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ABOUT 3BL Media, LLC
3BL Media provides a cloud-based, multi-channel news and content distribution platform for innovative companies.
Journalists, investors, customers and other stakeholders now have more choices than ever as to where and how they get their news and information. From email to news terminals to social media platforms and web portals, many options are available. And different people respond differently to various message formats: blogs vs. press releases vs. videos vs. articles.
3BL Media clients know that distributing multiple message formats, through multiple channels, produces results.
The Distribution Revolution(tm) means that organizations can distribute their press releases, blogs, videos and other media assets through social media, new media and traditional media channels, creating the greatest opportunity for the target audience to encounter and interact with your content.
Delta Airlines Joins The Climate Registry; New Study Finds Entire U.S. Grid Could be Powered by Wind & Solar Energy 99.9% of the Time - Energy Minute for December 17, 2012
Delta Airlines has joined The Climate Registry after completing verification of its greenhouse gas emissions from 2005 through 2010. The airline has lowered its annual emissions by 7.6 million metric tons since 2005, a 17 percent reduction. The decrease was achieved through fuel-saving initiatives such as removing unnecessary weight, installing aircraft winglets, and replacing inefficient aircraft with newer models that produce fewer emissions per passenger. Delta is the first legacy carrier to meet the registry’s requirements. Last year, the airline joined the Center for Climate and Energy Solution’s Business Environmental Leadership Council.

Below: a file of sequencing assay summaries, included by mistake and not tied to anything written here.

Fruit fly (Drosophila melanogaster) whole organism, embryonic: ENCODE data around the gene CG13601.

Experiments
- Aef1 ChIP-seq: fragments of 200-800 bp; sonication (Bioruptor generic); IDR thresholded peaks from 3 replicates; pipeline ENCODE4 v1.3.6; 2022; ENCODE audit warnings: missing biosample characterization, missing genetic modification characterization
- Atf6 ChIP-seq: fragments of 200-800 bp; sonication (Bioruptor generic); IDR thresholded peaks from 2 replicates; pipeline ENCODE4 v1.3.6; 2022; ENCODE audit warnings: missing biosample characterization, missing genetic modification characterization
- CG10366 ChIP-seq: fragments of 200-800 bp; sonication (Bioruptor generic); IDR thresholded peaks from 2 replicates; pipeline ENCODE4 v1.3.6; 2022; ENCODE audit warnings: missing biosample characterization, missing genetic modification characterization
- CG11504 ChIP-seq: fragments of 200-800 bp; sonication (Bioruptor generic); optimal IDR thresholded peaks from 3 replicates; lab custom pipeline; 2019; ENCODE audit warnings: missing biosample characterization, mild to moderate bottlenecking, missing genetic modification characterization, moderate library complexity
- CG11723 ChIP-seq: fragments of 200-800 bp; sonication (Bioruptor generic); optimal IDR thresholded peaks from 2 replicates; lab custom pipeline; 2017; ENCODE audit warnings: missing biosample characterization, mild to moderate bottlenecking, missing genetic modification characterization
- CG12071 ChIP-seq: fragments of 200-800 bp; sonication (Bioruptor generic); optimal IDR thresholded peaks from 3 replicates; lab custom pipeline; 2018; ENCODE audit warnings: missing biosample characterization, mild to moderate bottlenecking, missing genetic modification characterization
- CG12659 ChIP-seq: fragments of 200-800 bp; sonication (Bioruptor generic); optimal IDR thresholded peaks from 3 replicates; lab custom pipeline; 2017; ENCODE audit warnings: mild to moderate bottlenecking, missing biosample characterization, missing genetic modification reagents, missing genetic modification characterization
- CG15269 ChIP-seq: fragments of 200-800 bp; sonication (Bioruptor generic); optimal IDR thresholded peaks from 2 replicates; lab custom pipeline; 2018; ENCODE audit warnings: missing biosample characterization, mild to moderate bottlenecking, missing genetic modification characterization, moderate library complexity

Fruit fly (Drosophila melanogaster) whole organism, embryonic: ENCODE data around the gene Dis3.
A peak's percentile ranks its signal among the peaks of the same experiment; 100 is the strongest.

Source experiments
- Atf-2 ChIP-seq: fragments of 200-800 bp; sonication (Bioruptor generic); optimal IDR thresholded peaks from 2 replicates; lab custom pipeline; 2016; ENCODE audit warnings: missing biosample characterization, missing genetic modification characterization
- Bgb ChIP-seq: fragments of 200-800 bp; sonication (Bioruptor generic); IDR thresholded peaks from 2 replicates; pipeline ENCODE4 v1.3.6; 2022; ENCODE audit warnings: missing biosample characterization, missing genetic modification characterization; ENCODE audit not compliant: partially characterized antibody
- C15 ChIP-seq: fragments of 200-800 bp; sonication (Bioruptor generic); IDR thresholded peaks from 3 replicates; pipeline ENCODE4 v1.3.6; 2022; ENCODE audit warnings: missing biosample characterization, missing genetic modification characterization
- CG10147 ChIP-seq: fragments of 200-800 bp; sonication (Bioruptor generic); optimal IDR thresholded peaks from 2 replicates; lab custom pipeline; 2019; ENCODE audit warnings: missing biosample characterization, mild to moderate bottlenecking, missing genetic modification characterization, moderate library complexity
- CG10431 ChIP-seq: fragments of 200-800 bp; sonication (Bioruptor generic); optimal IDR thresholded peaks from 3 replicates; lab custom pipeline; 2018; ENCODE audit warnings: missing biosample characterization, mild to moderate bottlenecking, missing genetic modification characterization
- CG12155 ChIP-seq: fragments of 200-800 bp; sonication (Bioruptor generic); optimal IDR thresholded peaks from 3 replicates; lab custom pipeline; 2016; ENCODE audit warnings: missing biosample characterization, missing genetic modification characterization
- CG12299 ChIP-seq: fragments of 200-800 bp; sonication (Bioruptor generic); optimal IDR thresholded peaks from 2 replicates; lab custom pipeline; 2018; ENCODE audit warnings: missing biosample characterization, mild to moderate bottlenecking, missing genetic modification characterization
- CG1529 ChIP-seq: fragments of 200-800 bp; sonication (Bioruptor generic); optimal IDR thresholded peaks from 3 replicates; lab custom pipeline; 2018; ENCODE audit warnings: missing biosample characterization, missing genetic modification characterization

A new study finds that wind and solar energy could power the entire U.S. grid 99.9 percent of the time, if combined with energy storage and fossil fuel backup for the rare times when clean energy alone was not enough. A mix of wind power, solar power and storage in batteries and fuel cells could exceed electricity demand while keeping costs low, the scientists found. The report, by the University of Delaware and Delaware Technical Community College, used computer modeling that explored 28 billion combinations of renewable and storage possibilities, each tested with four years of weather and energy demand data.
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